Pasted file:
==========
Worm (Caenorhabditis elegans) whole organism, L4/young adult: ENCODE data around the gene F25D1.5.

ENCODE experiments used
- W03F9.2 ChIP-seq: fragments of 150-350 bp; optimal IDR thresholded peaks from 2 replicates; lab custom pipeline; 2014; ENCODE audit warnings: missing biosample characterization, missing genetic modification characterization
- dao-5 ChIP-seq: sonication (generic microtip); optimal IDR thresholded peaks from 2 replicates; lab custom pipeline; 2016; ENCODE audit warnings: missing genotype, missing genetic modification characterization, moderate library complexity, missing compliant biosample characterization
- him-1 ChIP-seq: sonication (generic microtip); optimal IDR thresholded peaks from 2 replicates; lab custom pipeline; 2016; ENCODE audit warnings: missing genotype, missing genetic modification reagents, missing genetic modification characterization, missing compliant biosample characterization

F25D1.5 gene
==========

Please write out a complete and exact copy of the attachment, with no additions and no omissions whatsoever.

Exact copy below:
Worm (Caenorhabditis elegans) whole organism, L4/young adult: ENCODE data around the gene F25D1.5.

ENCODE experiments used
- W03F9.2 ChIP-seq: fragments of 150-350 bp; optimal IDR thresholded peaks from 2 replicates; lab custom pipeline; 2014; ENCODE audit warnings: missing biosample characterization, missing genetic modification characterization
- dao-5 ChIP-seq: sonication (generic microtip); optimal IDR thresholded peaks from 2 replicates; lab custom pipeline; 2016; ENCODE audit warnings: missing genotype, missing genetic modification characterization, moderate library complexity, missing compliant biosample characterization
- him-1 ChIP-seq: sonication (generic microtip); optimal IDR thresholded peaks from 2 replicates; lab custom pipeline; 2016; ENCODE audit warnings: missing genotype, missing genetic modification reagents, missing genetic modification characterization, missing compliant biosample characterization

F25D1.5 gene